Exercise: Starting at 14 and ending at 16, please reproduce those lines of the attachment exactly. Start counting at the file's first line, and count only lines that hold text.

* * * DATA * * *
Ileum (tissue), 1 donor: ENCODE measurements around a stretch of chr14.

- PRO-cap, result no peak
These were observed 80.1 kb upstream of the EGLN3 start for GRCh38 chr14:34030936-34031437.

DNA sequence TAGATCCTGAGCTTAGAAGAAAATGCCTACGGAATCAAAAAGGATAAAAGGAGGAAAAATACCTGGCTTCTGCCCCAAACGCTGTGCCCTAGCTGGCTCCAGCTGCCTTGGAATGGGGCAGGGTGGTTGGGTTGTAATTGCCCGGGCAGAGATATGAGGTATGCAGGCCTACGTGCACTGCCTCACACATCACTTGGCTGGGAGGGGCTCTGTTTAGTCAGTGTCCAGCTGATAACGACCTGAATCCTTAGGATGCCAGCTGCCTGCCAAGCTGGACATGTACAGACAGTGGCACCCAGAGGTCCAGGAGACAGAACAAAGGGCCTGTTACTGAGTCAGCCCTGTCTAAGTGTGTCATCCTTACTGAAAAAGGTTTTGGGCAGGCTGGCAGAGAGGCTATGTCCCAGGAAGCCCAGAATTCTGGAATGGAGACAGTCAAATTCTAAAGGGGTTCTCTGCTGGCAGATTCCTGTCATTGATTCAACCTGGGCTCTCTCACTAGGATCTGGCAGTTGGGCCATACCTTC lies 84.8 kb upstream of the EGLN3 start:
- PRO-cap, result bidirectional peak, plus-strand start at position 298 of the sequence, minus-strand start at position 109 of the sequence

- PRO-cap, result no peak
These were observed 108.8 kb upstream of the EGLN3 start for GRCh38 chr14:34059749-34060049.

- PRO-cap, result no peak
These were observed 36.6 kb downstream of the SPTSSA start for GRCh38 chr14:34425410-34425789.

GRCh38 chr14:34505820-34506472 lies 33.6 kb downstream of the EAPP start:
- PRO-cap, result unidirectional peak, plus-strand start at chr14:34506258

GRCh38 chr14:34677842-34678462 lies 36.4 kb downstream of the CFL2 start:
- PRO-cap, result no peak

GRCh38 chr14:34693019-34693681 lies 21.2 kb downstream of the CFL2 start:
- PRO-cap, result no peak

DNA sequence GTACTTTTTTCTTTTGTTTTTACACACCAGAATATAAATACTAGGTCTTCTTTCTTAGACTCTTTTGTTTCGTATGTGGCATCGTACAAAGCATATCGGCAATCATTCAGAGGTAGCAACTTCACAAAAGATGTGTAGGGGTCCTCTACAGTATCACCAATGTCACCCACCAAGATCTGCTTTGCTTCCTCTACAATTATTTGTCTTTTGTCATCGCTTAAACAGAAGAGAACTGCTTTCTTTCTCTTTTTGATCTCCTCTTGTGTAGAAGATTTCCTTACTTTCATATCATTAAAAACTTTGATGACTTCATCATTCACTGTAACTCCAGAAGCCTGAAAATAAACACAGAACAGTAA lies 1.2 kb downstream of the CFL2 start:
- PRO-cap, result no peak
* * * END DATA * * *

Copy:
GRCh38 chr14:34693019-34693681 lies 21.2 kb downstream of the CFL2 start:
- PRO-cap, result no peak

DNA sequence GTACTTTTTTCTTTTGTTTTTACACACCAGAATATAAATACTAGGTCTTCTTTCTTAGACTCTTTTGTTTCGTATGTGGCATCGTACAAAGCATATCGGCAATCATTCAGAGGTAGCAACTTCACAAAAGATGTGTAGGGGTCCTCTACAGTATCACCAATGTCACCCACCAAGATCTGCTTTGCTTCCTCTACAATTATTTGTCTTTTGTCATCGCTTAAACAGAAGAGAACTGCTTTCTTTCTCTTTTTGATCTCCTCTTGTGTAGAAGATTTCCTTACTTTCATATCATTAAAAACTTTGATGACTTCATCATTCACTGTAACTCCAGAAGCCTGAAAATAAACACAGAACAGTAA lies 1.2 kb downstream of the CFL2 start: